• Is the impact of the tech project on constituent relationships being fully accounted for?
  • Is minimizing risks to the organization brand being prioritized?

Need more expertise?

Even—especially—quick nonprofit technology projects need assessment and implementation support to put them on the path to success. Whether you need a trusted partner who knows the vendor landscape thoroughly to save you time in researching your options, or a software selections consultant to help translate nonprofit requirements to vendor-speak and vice versa, Build has the expertise to help.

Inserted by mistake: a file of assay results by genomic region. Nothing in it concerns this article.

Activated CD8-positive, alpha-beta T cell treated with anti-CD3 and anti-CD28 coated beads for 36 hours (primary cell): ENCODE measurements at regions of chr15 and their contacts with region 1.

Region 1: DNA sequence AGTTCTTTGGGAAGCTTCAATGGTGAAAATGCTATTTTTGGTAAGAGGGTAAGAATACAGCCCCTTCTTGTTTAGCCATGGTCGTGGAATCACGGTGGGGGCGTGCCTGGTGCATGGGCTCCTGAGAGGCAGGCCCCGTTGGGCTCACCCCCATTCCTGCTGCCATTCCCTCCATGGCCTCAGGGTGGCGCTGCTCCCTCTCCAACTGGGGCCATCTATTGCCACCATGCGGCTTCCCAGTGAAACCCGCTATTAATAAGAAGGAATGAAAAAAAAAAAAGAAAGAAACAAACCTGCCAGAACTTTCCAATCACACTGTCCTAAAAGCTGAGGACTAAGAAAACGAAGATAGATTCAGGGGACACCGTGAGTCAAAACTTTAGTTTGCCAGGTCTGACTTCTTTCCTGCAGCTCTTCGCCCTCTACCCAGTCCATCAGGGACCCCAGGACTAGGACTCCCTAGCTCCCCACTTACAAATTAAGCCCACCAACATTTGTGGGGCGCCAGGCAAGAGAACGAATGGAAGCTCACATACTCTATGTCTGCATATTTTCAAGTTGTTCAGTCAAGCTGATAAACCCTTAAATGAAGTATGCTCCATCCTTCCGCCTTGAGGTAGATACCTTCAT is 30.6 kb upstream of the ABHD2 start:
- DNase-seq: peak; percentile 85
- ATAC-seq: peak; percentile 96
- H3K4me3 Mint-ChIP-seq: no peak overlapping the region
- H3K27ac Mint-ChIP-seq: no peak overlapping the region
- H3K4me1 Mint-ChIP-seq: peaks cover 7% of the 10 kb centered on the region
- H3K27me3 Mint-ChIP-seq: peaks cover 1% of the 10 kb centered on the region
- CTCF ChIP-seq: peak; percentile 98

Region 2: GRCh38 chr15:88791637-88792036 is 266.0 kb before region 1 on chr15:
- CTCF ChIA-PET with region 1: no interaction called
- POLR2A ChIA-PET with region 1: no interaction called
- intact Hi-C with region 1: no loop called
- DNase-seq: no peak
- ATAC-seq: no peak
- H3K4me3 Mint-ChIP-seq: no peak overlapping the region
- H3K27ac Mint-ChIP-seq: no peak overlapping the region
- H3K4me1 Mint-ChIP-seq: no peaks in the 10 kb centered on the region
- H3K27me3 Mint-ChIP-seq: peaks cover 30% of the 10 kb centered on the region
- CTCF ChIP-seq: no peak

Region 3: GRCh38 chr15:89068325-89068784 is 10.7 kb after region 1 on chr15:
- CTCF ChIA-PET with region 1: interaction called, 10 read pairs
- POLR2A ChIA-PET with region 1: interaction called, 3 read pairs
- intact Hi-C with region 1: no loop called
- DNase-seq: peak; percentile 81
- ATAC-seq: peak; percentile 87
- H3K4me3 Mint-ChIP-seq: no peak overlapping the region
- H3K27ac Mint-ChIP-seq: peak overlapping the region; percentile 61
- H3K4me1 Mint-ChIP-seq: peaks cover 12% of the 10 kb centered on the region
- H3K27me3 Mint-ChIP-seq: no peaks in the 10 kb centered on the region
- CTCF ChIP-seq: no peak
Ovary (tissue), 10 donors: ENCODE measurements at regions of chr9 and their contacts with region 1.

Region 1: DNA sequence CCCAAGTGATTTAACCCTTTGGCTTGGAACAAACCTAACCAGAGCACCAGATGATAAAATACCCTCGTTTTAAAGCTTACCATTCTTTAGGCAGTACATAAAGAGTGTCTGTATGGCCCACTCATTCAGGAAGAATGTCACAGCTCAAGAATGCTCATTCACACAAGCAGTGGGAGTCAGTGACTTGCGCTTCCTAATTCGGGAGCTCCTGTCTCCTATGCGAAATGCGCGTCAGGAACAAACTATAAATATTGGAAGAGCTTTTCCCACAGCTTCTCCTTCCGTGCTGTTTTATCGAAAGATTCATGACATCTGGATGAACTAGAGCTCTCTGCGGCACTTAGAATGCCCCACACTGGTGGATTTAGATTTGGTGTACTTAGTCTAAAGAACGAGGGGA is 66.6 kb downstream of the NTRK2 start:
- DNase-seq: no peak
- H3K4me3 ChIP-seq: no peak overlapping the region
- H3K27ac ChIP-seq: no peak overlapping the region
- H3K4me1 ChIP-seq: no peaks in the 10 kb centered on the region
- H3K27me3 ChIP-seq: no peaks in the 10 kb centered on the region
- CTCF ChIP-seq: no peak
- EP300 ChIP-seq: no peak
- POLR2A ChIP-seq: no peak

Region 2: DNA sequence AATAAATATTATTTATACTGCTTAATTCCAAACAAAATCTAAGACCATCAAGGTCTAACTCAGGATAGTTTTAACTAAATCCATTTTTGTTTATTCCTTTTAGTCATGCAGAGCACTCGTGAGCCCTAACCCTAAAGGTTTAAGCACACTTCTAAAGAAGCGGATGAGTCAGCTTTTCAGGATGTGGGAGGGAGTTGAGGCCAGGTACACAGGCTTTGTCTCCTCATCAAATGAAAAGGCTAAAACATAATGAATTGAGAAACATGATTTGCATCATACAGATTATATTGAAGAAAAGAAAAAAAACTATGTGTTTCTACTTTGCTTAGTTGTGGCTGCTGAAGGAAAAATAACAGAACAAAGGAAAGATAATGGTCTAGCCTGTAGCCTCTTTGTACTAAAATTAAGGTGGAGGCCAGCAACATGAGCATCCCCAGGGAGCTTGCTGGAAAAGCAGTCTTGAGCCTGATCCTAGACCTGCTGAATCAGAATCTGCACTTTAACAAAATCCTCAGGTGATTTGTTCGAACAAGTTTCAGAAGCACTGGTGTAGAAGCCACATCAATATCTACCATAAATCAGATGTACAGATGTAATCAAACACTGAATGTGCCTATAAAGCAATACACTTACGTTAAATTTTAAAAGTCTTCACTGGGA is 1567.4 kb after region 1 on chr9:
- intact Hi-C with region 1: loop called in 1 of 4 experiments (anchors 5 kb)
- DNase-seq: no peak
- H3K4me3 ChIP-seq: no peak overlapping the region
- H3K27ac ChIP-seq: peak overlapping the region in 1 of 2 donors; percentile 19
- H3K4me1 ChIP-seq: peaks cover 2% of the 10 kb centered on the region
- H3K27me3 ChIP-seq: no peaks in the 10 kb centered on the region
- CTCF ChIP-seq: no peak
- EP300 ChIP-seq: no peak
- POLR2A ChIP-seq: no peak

Build’s team knows nonprofit operations and technology (including CRM and ERP systems), we know the software vendor landscape, and we are experts in change management. We combine deep nonprofit experience with a set of information strategy best practices, to provide you with all the qualities you need in a strategic nonprofit technology advisor. Let’s talk!